by Henry K.
The series of articles on Pilot Performance explores a metaphor for business leadership based on techniques in aviation and the performance of pilots. The metaphor of executing with skill and precision in “turbulence” seems particularly relevant within the challenging environment we face in business and organizations today.
The concept of pilot-in-command conveys the essence of the ultimate and singular sense of responsibility, stewardship, and accountability of personal performance. It’s a powerful expression of just what makes the difference and it is particularly relevant to business leadership.
The pilot-in-command of an aircraft is subject to a multitude of regulations and controls governing almost every aspect of flight preparation, planning and execution. At every turn the pilot-in-command is regulated, monitored, and vectored with a clear expectation of total knowledge, understanding, and compliance to each and every rule in the book. One false move - in terms of the adherence to regulations - and you’re busted. But there is a significant difference.
The pilot-in-command of an aircraft is by law, regulation, and practice, directly and personally responsible for, and is the final authority as to, the operation and safety of the aircraft and the well being of the community of people on board. That’s a mouthful to say but an awful lot more to live up to. Being the ultimate and final authority is - non delegable (period.) It is this sense of personal accountability that is at the heart of being - in command.
The entire set of regulations and controls are designed to improve the safety of flight and minimize the risks of collision or disaster. Pilots know and usually appreciate that. Aviation is a field of endeavour where the consequences of failure are significant to say the least. Any control designed to reduce the risk of death can be appreciated, especially by those charged with the ultimate responsibility for safety.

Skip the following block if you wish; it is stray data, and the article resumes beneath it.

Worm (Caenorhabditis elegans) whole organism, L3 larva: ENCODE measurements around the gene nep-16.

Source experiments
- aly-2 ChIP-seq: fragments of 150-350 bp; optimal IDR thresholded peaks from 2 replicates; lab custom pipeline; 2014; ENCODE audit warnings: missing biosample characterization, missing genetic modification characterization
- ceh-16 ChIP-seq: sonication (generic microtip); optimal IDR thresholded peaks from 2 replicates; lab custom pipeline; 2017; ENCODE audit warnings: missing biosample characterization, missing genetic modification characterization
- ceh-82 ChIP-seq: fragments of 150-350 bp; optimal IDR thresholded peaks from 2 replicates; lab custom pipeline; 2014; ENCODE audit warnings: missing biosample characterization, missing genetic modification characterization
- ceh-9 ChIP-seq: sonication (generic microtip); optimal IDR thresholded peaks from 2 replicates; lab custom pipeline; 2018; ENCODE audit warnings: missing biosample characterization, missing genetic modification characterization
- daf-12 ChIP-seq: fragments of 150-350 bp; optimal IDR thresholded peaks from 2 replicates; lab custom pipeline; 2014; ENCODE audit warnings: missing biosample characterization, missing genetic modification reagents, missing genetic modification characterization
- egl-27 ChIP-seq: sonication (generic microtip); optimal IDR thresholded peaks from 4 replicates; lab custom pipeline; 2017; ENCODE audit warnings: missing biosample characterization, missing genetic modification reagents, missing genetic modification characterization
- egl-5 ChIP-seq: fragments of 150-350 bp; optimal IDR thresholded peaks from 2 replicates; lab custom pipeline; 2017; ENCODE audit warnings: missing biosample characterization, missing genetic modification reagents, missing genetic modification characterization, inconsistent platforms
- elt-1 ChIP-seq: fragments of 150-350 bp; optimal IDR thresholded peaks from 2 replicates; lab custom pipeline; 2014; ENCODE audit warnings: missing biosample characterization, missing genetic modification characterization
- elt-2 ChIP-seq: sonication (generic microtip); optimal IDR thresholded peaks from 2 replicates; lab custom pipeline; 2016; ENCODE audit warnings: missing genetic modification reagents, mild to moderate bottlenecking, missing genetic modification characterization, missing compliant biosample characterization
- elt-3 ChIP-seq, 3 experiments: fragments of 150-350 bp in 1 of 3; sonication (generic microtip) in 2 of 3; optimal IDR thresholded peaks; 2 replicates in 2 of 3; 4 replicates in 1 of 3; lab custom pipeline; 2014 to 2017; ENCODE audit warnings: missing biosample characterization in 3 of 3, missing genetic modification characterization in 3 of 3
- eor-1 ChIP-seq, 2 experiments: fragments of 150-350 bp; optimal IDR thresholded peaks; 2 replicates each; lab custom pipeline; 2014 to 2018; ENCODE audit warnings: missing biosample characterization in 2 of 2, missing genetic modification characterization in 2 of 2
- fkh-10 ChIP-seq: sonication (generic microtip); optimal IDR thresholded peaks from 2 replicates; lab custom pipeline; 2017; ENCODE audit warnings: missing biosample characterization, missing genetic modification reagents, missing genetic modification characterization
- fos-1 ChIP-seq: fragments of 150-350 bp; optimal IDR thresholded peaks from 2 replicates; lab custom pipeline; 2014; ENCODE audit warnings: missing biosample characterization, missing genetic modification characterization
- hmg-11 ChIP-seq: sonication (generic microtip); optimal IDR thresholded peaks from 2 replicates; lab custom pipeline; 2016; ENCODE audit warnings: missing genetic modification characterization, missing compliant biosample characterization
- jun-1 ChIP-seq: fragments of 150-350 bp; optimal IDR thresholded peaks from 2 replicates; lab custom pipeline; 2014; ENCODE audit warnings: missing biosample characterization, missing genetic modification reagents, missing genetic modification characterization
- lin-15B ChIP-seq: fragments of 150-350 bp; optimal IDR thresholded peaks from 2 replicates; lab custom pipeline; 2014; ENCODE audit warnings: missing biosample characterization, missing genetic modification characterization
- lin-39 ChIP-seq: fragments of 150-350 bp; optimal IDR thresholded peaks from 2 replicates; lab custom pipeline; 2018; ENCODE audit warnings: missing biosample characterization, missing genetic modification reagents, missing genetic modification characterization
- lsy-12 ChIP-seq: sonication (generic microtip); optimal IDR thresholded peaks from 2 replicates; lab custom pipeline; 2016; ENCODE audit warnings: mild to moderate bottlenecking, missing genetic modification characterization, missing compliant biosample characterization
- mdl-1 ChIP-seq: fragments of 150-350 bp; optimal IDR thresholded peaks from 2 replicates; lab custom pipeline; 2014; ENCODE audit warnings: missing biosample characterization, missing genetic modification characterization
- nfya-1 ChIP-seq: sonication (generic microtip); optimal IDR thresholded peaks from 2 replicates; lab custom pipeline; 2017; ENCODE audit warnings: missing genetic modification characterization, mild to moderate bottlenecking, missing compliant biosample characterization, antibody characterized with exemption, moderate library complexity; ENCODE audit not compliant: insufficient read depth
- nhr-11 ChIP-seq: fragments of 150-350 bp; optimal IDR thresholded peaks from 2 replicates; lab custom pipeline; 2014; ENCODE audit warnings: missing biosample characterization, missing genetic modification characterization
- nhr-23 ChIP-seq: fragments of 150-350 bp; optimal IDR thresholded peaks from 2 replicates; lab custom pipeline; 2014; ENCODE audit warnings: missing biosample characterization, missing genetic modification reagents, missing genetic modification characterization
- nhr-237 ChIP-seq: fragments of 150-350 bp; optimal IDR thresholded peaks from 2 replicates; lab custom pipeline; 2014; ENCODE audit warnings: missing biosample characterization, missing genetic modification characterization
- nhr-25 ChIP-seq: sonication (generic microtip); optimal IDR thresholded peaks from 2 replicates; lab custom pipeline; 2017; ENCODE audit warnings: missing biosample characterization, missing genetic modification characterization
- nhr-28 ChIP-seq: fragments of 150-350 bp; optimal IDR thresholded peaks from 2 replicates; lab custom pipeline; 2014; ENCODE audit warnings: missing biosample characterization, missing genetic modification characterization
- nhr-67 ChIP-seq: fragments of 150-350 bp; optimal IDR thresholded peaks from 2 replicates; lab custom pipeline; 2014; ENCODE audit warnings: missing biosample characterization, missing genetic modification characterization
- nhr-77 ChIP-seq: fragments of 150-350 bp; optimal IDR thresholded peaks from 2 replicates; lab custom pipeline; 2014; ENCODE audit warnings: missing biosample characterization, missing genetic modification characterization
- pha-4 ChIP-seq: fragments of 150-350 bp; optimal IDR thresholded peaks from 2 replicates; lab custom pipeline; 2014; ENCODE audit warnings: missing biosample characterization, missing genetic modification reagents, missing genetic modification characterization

The pilot-in-command has a critical responsibility that goes well beyond compliance to rules and regulations. As the final authority the pilot-in-command has the personal responsibility to break every rule in the book, if that is what is necessary to ensure the safety and survival of the aircraft, crew, and passengers. This expression of the essence of command would only be visible in emergency situations, where decisive action is required to effectively meet that emergency. In-command does mean - final authority, and all the regulations, controls and systems are merely ancillary supporting tools.
The controlling systems, in spite of the very best of intentions and designs, can often fail to ensure flawless execution. The pilot-in-command must exercise his or her final authority to ensure total system performance. And if the risks of system ineffectiveness increase with instability and turbulence in the environment, the competence, experience, and training of your pilots-in-command will make all the more difference between your success and failure - or if you’re in an aircraft - the difference between a smooth landing or a ‘controlled flight into terrain.’
'In command' is this sense of personal responsibility, stewardship, authority, and accountability for performance. It’s the right stuff, and it makes all the difference in the world.
Performance TM - Superior Performance and Adventure
Henry K. is a private pilot, author, artist, actor, whale watcher, fly fisherman, tour guide, seasonal server and surfer residing in Tofino, B.C. Canada, as well as a contributing editor to The CEO Refresher.
More like this in Pilot Performance in The CEO Refresher Archives